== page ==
Cognitive Behaviour Therapy for psychosis based Guided Self-help (CBTp-GSH) delivered by frontline mental health professionals: Results of a feasibility study
- Publisher: Elsevier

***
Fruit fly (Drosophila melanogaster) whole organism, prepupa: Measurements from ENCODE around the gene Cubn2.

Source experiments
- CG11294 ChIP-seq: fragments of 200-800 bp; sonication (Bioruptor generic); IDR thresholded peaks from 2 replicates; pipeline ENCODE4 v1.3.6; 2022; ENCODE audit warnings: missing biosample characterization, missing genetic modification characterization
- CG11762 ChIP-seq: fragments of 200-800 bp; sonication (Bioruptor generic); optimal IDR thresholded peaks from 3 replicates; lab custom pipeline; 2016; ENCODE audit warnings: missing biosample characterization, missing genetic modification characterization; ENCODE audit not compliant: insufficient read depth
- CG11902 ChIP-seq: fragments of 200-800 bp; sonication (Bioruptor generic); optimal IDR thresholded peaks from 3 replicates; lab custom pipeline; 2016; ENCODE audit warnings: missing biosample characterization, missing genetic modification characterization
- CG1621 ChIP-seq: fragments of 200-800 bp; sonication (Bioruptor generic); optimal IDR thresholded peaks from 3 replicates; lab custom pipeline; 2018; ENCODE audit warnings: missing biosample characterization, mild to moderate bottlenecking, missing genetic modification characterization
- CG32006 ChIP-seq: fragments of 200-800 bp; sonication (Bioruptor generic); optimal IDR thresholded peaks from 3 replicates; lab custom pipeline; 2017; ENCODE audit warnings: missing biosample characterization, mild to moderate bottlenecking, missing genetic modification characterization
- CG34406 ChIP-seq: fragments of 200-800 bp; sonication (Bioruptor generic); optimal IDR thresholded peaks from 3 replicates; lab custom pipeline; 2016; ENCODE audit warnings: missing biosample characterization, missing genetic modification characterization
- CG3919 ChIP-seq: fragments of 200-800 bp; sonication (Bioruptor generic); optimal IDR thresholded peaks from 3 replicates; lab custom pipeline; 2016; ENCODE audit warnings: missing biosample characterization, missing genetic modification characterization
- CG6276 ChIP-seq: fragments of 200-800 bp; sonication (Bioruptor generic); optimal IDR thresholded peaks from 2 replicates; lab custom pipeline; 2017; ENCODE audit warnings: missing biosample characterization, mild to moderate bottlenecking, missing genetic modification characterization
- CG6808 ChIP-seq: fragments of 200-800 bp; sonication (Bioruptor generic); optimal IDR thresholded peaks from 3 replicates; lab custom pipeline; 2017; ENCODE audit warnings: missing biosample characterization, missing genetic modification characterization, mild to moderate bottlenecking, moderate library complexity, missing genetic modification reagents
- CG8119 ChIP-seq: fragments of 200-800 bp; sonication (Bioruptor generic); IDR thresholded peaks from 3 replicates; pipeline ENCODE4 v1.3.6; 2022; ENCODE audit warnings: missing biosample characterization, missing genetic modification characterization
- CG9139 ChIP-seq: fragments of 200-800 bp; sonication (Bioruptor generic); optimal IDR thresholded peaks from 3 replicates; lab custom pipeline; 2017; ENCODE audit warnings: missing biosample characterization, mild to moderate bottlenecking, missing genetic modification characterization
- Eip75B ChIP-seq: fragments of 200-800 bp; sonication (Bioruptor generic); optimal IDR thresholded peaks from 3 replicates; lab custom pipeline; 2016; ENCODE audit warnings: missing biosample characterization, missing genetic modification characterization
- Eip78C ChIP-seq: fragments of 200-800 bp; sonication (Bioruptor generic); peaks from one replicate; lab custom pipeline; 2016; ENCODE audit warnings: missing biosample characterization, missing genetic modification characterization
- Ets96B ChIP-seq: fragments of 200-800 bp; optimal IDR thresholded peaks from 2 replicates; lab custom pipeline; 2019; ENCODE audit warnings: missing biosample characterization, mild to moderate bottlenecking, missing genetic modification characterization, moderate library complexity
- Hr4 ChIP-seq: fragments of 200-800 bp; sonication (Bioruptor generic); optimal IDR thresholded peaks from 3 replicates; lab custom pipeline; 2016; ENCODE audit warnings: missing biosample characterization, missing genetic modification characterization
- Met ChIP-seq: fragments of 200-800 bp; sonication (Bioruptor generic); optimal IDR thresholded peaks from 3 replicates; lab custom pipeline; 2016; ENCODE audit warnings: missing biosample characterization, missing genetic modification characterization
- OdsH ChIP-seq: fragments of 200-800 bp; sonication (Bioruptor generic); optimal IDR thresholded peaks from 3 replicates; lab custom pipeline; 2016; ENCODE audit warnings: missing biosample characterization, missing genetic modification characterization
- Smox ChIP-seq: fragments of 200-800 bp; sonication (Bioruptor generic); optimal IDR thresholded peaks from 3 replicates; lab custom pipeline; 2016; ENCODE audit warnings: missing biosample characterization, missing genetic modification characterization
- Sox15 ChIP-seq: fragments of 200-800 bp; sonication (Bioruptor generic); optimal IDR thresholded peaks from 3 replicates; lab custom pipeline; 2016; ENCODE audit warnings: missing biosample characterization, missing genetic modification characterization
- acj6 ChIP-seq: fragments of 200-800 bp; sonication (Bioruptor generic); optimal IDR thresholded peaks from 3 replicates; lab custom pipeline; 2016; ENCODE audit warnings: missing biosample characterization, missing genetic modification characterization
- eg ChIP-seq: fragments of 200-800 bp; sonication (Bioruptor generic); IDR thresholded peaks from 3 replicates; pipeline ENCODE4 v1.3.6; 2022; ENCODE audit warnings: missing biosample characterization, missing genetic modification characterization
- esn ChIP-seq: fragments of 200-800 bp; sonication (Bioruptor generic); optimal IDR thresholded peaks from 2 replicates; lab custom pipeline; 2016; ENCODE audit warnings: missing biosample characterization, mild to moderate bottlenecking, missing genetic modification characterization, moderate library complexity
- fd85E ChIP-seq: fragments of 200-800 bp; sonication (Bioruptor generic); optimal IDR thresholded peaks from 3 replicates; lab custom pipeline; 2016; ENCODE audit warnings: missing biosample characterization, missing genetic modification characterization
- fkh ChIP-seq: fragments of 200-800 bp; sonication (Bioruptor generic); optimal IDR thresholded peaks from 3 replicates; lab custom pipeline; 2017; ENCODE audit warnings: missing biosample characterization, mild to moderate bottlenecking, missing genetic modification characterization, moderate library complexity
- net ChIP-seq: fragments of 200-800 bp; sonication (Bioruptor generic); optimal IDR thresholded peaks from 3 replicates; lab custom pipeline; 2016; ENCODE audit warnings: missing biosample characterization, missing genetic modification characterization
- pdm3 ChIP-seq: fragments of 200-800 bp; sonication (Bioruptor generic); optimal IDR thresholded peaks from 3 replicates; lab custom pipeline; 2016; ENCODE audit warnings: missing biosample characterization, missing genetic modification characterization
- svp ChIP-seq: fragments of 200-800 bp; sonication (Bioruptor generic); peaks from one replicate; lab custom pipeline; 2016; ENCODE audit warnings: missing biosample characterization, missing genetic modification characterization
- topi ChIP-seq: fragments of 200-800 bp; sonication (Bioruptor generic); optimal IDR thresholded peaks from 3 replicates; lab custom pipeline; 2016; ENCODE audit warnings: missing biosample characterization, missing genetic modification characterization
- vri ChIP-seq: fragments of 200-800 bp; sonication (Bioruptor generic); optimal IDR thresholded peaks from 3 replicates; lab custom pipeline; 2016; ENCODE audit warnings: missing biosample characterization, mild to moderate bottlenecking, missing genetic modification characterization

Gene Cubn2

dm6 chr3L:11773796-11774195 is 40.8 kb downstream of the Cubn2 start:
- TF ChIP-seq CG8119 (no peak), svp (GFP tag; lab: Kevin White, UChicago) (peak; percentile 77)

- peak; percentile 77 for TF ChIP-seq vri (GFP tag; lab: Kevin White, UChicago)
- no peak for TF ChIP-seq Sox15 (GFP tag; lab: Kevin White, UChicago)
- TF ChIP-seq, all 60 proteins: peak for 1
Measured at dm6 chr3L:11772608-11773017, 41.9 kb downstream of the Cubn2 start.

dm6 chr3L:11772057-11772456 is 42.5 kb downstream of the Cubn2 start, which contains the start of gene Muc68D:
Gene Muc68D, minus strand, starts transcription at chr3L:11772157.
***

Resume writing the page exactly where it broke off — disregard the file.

Availability of Cognitive Behavior Therapy for psychosis (CBTp) is limited in spite of strong evidence base. The purpose of this study was to determine the feasibility of a CBTp based Guided Self-help (CBTp-GSH) in comparison to Treatment As Usual (TAU). The secondary outcomes were a reduction of symptoms of schizophrenia using Positive and Negative Symptom Scale (PANSS) & Disability (WHO DAS 2.0). A total of 33 adults with a DSM-IV diagnosis of schizophrenia was recruited from community mental health services in Kingston, ON, Canada, and randomly assigned to the 12?–16 week intervention with TAU (Treatment), or TAU alone (Control). End of therapy (16 weeks) comparisons between the two groups were made on an Intention To Treat (ITT) basis. Post-intervention scores on measures of psychopathology were compared using Analysis of Covariance (ANCOVA) to adjust for baseline measurements. Recruitment proved feasible, retention rates were high and participants reported a high level of acceptability. There was significant “treatment group by outcome interaction” for Positive and Negative Symptoms, General Psychopathology, measures of disability, such that individuals who received the Treatment improved more than those in Control group. The results of this feasibility study indicate that CBTp based Guided Self-help is feasible and acceptable to the participants, and it can lead to improvement in psychopathology and the level of disability. Individuals in this study had a moderate degree of psychopathology and relatively low level of disability and, therefore, caution is warranted in applying these results to individuals with severe symptoms and with high levels of disability. An adequately powered randomized controlled trial of the intervention is warranted.